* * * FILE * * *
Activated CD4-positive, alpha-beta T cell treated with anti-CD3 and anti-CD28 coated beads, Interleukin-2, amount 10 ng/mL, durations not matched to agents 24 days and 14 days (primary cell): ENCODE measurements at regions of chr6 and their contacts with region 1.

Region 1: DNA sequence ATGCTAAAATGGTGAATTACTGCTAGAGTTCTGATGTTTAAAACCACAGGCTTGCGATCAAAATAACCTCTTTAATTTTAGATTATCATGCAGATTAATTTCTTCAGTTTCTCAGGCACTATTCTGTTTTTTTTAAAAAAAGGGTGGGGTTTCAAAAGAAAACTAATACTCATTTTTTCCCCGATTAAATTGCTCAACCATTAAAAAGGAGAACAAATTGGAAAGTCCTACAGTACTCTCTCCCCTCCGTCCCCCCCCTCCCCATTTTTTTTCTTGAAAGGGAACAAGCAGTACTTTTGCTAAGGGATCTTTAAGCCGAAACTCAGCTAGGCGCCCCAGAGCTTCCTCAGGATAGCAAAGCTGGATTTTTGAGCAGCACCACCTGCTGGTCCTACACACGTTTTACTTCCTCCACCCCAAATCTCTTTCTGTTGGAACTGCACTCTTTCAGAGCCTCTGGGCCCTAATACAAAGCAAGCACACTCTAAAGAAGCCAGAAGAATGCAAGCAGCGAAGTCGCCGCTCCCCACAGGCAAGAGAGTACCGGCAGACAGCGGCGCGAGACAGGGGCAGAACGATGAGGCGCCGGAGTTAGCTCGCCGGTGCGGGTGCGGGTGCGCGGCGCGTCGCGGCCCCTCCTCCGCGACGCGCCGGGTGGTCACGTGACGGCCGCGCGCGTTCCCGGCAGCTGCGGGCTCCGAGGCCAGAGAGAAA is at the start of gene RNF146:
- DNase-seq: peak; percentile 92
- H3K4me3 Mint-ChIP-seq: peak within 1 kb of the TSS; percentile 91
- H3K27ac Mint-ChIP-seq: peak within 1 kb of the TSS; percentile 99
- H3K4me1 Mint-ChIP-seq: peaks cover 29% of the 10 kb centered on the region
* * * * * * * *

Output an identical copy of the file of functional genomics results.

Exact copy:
Activated CD4-positive, alpha-beta T cell treated with anti-CD3 and anti-CD28 coated beads, Interleukin-2, amount 10 ng/mL, durations not matched to agents 24 days and 14 days (primary cell): ENCODE measurements at regions of chr6 and their contacts with region 1.

Region 1: DNA sequence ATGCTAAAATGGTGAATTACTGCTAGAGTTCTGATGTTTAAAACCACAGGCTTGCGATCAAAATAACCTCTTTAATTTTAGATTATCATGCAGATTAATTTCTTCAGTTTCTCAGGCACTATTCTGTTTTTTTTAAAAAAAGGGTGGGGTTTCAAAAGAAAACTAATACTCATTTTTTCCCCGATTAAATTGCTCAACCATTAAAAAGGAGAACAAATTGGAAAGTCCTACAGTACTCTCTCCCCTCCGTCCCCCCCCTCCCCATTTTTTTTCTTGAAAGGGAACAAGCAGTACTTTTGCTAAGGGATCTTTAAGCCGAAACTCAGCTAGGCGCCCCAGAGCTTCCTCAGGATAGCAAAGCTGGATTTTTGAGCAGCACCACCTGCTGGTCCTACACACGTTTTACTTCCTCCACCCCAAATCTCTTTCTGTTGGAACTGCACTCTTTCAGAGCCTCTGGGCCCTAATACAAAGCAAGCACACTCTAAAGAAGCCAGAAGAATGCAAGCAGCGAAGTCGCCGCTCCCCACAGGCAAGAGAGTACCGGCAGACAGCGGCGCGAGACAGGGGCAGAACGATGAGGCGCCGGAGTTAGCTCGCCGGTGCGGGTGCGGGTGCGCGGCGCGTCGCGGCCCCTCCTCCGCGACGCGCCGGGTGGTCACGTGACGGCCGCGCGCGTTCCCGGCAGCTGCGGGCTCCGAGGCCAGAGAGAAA is at the start of gene RNF146:
- DNase-seq: peak; percentile 92
- H3K4me3 Mint-ChIP-seq: peak within 1 kb of the TSS; percentile 91
- H3K27ac Mint-ChIP-seq: peak within 1 kb of the TSS; percentile 99
- H3K4me1 Mint-ChIP-seq: peaks cover 29% of the 10 kb centered on the region